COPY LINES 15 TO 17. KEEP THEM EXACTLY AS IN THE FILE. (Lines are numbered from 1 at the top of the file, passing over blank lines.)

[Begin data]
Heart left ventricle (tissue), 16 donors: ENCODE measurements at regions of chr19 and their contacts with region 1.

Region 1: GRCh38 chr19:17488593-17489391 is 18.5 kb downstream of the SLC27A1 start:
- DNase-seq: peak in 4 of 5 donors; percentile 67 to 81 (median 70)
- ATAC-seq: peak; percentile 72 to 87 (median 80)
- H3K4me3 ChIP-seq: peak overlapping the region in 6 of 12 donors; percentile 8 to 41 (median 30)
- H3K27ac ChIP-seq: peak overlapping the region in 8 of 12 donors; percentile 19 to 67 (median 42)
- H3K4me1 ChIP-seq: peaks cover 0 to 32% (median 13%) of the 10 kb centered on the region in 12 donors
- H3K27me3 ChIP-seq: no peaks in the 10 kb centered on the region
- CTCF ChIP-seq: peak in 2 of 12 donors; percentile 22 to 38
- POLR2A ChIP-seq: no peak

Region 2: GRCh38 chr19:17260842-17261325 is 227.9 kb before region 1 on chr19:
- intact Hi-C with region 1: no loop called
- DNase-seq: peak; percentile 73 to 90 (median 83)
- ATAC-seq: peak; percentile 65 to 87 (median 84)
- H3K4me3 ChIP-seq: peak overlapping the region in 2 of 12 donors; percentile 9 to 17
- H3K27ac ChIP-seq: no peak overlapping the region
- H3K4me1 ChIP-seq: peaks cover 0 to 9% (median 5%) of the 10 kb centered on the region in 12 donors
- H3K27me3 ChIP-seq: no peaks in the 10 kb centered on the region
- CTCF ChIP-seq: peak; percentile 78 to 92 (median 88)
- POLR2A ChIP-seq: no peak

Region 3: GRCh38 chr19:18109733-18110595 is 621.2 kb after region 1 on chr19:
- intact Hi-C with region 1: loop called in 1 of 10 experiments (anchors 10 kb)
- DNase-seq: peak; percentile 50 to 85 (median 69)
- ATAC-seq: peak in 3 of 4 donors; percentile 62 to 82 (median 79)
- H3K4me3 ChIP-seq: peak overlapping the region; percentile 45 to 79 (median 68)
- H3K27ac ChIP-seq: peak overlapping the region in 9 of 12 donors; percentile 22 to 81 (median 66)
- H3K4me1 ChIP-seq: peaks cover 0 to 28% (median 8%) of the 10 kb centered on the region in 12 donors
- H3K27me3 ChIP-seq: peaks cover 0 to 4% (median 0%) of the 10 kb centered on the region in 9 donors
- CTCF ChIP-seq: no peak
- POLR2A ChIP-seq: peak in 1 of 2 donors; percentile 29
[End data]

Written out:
- H3K4me3 ChIP-seq: peak overlapping the region in 2 of 12 donors; percentile 9 to 17
- H3K27ac ChIP-seq: no peak overlapping the region
- H3K4me1 ChIP-seq: peaks cover 0 to 9% (median 5%) of the 10 kb centered on the region in 12 donors